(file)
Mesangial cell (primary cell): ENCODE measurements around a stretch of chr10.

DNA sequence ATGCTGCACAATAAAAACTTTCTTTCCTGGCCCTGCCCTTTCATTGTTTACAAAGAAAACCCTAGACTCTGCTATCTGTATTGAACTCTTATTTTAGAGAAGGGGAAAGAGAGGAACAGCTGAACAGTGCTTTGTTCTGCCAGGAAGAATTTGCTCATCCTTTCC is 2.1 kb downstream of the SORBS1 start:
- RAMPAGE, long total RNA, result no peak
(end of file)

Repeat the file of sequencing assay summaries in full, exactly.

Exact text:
Mesangial cell (primary cell): ENCODE measurements around a stretch of chr10.

DNA sequence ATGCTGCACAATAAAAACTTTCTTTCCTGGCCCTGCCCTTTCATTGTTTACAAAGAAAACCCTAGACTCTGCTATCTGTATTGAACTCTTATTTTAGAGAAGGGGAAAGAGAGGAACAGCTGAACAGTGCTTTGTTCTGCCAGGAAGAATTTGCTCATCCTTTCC is 2.1 kb downstream of the SORBS1 start:
- RAMPAGE, long total RNA, result no peak